Helping One Another To Keep a Creative Edge

Success in the current economy rests upon great ideas.

To justify a serious salary and to assure continuing options for interesting work, people need to produce work that is distinct, creative, and worthwhile. Simply putting in time is not enough.

However, in many instances, simple attendance functions as a proxy for productivity. Both employees and their supervisors become content with just showing up. They stop striving to find ways to assure that people fulfill their potential when they are at work.

A lot of evidence has demonstrated that working long hours is bad for your health. No research has found that working long hours is good for your productivity, especially when refined skills or creative ideas are the essence of productivity. The contrary is more the case.

A recent article in the New York Times described the work of K. Anders Ericsson on the way physiological rhythms intersect with productivity. A 90-minute session of concentrated activity fits well with physiological rhythms associated with subjective energy and concentration. Then people need a rest. Slogging on with practicing the violin, doing free throws, chairing meetings, or writing reports leads to worse performance.

The authors argue for people pursing a more sustainable pattern of work, but this shift is tough for individuals. Although people certainly do push themselves excessively to fulfill their personal expectations, they are also behaving this way because of the expectations of their colleagues and bosses. Driven behavior is social behavior in many ways.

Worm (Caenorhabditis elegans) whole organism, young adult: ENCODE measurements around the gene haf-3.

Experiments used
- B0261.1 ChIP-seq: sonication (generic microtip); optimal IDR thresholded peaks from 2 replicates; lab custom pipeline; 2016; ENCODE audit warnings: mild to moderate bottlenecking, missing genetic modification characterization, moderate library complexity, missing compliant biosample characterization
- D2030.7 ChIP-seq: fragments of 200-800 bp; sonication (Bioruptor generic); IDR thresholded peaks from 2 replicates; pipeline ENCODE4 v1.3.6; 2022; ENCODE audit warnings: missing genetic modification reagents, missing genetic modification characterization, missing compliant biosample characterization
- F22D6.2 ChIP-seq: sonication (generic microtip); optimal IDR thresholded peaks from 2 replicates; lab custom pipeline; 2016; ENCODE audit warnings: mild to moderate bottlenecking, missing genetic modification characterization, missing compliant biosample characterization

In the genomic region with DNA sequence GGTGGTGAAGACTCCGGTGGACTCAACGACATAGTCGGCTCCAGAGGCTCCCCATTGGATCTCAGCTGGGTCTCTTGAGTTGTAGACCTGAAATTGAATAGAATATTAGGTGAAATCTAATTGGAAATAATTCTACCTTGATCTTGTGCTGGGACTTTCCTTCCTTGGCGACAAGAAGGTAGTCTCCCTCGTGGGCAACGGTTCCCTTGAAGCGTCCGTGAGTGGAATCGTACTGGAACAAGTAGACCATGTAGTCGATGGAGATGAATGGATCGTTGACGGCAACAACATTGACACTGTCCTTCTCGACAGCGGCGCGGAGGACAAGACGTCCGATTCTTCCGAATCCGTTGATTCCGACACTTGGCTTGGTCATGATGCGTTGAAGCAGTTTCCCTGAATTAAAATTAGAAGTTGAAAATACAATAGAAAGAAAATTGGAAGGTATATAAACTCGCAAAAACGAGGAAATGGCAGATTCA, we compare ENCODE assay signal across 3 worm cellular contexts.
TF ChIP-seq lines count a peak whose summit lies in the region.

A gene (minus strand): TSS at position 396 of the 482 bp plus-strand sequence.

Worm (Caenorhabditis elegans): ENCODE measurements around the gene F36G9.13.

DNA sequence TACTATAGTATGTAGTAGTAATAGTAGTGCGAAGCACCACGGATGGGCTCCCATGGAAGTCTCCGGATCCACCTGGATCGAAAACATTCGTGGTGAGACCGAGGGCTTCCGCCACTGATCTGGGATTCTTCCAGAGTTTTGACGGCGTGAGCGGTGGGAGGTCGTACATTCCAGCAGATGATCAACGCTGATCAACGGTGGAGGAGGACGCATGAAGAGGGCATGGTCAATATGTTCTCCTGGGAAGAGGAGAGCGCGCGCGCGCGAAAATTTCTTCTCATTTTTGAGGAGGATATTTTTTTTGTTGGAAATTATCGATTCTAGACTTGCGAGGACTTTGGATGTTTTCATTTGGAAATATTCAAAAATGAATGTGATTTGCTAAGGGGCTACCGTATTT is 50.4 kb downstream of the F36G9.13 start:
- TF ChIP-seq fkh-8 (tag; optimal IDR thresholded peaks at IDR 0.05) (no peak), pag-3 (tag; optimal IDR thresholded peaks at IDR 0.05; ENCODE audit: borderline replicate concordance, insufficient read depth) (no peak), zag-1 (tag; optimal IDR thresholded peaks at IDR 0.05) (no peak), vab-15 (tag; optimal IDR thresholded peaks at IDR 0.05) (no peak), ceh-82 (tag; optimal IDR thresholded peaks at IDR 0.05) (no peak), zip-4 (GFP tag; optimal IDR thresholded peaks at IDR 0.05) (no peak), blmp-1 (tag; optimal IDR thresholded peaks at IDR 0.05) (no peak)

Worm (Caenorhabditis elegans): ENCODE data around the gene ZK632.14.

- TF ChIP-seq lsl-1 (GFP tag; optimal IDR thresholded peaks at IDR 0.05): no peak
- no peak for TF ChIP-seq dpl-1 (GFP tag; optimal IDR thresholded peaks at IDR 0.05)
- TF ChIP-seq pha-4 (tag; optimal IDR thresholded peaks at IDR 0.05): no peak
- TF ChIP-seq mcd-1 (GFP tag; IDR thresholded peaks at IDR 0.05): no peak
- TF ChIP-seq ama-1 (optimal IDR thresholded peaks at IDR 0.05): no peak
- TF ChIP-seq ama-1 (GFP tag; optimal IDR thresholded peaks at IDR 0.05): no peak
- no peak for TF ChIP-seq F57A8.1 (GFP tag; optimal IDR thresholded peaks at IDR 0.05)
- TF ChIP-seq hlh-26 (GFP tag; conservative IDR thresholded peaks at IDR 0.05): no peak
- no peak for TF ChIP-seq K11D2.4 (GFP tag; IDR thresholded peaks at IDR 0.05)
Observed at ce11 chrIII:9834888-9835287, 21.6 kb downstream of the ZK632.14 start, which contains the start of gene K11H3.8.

Shifting into more sustainable work patterns benefits from a mutli-level approach from individuals, workgroups, and organizations.

    • Individuals: Block time for concentrated work, buffered from all forms of communication, distractions, and lower-order chores. Set a timer and work steadily until it rings.

    • Groups: Have conversations about respecting one another’s concentrated work periods. Devise solutions for covering calls, drop-ins, and other forms of important contacts that occur during those periods by cross-scheduling, etc. It improves workgroup resiliency.

    • Organizations: Build flexibility into work schedules and designate resources to help workgroups manage concentrated work time. Assure that performance management values quality of work over putting in time.

Is your worksetting ready to support concentrated creativity?

What are the most important changes you need in your workday to attain this goal?


  1. Dear Dr. Leiter:

    In my experience and in my worplace, I recommended to work 45 minutes and then take a rest. It is based on observation. People finds difficult to be in their workspace more than that. They tend to find a reason to move away from their desks and take a couple of minutes more to copy documents, to make a record review, and so on. But I admit that this routine is not well balanced with concentred work and people feels more guilt than relaxation, because they accumulate work doing what I’ve descrive. I’ll take into account your observation about concentrated work and programmed rest periods.



    1. Heriberto
      It is very important for people to find the work patterns that suit them and that suit the kind of work they do. Work varies in its demands of physical exertion or mental concentration, so the timing must adapt. And people change from day-to-day and over the course of a career.

      Flexible responsiveness is very important.

Leave a Reply